Lethal Weapon: Mel Gibson’s Bare Arse.

Lethal Weapon is a buddy cop action film directed by Richard Donner. The film follows a pair of mismatched detectives who are brought together to work a case in spite of their differences.

In the action genre this film is very important, it laid the groundwork for a lot of what the buddy cop action sub-genre would there after go. Personally, the thing I most admire about this film, after watching it for the first time for this review, is its sense of style. Everything from the soundtrack to the setting is perfectly paired to create a dense lived in world that never feels overly dire, but also doesn’t feel too comical.

In that regard, this film made me laugh quite a lot throughout. I wasn’t expecting the film to be as funny as it is, but it really tickled me.

Mel Gibson (despite being vile in reality), and Danny Glover give two of the best performances in the action genre and cement themselves as legends. They have marvellous on-screen chemistry together, and it is a treat to watch them interact. If I had to pick a favourite it would probably be Gibson’s Riggs as I love how off the wall yet effective he is.

Overall, a very strong action movie that refines both the standard action formula and the buddy cop formula to a tee and makes for one hell of a watch.




The action

The laughs

The style




The Kid Detective: Depressing Life Goals

The Kid Detective is a dark comedy mystery film directed by Evan Morgan. The film asks the question what would happen to the child detective after they grew up? What would Nancy Drew be like at 40? What happens when the Hardy Boys move out and get married? We see a once respected kid detective (Adam Brody), now have to adjust to being a lacklustre detective in a grown-up world, but can a serious new case change that?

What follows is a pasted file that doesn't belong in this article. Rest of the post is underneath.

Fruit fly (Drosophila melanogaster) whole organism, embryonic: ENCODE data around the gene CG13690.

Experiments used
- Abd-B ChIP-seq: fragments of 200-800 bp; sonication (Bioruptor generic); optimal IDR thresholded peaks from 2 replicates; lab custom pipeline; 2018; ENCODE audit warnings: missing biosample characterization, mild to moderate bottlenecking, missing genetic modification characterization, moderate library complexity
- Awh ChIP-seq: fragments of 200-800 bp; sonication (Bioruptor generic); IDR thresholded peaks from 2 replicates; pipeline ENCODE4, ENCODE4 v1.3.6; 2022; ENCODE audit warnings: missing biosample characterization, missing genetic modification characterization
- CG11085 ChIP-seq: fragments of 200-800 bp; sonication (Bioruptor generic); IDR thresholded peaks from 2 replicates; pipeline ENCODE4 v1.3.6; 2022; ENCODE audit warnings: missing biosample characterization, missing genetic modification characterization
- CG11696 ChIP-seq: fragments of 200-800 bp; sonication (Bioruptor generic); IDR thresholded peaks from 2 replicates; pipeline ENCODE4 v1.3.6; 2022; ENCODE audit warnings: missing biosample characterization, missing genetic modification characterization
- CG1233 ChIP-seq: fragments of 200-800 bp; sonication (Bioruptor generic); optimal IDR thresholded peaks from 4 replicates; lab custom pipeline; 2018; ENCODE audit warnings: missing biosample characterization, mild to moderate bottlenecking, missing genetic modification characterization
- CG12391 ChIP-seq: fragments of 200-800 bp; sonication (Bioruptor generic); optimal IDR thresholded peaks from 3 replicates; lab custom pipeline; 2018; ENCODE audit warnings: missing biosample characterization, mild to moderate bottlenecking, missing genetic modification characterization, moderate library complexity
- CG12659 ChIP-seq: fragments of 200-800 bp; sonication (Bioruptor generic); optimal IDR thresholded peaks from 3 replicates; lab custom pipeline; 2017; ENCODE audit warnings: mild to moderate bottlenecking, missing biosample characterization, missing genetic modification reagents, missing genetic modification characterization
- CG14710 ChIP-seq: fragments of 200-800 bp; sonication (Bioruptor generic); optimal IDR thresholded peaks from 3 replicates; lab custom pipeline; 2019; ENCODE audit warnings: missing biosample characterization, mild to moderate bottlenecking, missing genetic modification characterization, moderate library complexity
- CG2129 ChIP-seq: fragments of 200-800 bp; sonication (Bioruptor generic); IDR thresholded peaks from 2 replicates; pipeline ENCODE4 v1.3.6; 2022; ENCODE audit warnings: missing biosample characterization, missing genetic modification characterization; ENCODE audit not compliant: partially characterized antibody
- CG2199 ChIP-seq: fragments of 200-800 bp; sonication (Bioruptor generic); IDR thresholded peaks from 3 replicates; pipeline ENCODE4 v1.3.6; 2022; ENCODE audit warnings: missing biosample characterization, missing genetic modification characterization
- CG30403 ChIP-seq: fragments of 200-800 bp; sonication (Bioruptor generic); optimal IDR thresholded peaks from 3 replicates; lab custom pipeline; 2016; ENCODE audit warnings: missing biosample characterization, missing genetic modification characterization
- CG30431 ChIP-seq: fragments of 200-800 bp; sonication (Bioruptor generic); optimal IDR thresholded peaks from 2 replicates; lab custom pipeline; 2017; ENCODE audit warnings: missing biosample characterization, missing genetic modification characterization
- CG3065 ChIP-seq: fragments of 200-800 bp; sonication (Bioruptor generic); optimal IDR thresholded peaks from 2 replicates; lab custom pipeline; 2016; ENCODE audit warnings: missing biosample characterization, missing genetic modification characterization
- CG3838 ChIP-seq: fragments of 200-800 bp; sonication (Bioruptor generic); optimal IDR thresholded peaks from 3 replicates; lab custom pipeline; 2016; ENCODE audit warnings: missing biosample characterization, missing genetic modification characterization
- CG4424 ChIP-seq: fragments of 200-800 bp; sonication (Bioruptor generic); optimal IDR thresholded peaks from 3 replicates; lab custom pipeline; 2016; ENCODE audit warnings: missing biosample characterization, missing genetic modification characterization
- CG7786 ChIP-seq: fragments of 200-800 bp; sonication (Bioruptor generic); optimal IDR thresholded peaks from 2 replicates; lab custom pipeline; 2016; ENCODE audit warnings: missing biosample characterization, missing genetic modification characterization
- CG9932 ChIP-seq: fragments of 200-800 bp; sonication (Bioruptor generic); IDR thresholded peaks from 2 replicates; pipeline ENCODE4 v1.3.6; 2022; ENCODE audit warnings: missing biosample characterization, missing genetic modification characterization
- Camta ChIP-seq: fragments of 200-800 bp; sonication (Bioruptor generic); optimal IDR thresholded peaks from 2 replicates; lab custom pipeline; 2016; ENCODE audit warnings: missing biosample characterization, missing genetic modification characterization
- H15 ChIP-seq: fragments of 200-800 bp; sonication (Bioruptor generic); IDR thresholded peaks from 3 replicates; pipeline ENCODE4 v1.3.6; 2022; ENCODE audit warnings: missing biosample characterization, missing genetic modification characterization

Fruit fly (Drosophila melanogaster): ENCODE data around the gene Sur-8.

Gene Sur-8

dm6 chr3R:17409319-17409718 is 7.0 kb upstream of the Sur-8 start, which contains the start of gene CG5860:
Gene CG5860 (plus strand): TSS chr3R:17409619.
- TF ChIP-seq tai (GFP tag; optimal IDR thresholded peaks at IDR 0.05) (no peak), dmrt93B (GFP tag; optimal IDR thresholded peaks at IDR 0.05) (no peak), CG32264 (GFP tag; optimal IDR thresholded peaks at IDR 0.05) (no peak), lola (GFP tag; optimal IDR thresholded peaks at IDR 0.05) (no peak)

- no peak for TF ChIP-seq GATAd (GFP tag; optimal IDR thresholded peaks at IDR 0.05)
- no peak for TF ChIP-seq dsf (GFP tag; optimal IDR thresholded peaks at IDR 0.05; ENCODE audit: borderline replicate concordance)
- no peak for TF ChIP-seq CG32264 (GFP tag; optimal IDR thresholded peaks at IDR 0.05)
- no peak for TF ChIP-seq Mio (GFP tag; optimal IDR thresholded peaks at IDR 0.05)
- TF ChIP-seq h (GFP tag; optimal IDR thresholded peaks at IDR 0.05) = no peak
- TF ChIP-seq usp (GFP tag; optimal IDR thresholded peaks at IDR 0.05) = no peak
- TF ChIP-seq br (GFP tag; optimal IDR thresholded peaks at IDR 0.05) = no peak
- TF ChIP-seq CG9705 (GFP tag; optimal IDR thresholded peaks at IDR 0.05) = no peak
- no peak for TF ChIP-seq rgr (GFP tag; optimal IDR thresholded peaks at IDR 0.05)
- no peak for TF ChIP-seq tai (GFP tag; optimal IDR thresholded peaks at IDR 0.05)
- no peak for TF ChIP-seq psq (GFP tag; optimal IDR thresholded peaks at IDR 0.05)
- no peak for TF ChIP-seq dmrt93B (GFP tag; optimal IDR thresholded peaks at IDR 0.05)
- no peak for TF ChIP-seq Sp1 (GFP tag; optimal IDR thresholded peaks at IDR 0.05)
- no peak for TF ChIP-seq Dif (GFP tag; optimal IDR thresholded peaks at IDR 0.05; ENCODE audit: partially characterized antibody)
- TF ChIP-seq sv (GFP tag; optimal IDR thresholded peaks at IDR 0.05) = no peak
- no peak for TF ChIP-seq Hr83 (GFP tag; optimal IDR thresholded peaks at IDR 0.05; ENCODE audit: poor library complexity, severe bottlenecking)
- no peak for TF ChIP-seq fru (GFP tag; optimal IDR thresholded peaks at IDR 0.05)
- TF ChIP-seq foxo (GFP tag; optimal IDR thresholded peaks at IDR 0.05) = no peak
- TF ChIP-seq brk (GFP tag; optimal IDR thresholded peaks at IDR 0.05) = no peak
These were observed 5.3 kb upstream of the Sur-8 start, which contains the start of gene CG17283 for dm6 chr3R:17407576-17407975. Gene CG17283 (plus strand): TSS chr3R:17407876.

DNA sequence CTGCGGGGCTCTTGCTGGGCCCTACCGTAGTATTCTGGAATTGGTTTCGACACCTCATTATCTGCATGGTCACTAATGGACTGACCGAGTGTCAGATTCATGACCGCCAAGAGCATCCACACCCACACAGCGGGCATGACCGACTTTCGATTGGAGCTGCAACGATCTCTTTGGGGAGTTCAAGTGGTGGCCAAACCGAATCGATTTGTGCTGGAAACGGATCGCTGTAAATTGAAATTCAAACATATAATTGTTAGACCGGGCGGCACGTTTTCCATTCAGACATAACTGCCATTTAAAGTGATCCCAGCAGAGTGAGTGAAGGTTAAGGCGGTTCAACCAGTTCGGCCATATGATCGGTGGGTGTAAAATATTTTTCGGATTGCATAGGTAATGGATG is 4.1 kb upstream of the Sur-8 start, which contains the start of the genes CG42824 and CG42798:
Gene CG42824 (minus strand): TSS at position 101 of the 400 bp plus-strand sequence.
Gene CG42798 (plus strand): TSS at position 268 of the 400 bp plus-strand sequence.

I enjoyed the gimmick of this film for the first ten minutes…. after that not so much. The joke of but hey he is basically still just a kid detective but in a man’s body quickly becomes tiresome and the film’s gimmick (which it is probably proud of because no other films have really done it), starts to work against it (this is why it has not been done before).

The darker humour doesn’t really work for me. Dark comedy is even more hit and miss than regular comedy as people have lines as to what is and isn’t okay to joke about in their opinion, as such this film had more of an uphill battle. However, I don’t think any of the jokes are particularly risqué, rather I think that is the problem: for a dark comedy film this is incredibly tame.

Brody himself is enjoyable, I am a fan and it is nice to see him get centre stage and he does make the most of it, sadly the film around him is deeply average.



The premise for the first 5 minutes


The premise after that

The jokes don’t work

It is painfully dull


Reviewed by Luke 

Soul: The Jazz Man

Soul is an animated family film directed by Pete Docter and Kemp Powers. The plot follows a part time teacher/ wannbe jazz musician Joe (Jamie Foxx), as he dies before he has a chance to achieve his dream of performing on stage. Whilst in the afterlife Joe meets 22 (Tina Fey), a young soul who is struggling to find their spark, together the two of them run away back to earth and go on a journey of self-discovery together.

This film almost made me cry, almost. The ending is beautiful and heartfelt, and it really brought Pixar back for me in a big way. Personally, I haven’t really enjoyed a Pixar film since Brave and even a few of the ones before that Ratatouille, Wall-E did nothing for me: I enjoyed a final trip to Toy Story but more for nostalgia then a strong story. However, I am pleased to say that this film bucks that trend and in my mind restores Pixar to its former glory.

I enjoyed seeing the bond develop between Joe and 22, I thought it was a incredibly well realised friendship and touched on the very real experience of what it means to be human. The individual character arcs of Joe and 22 are equally well done, and you are left staggered at the complexity of emotional impact they manage to elicit.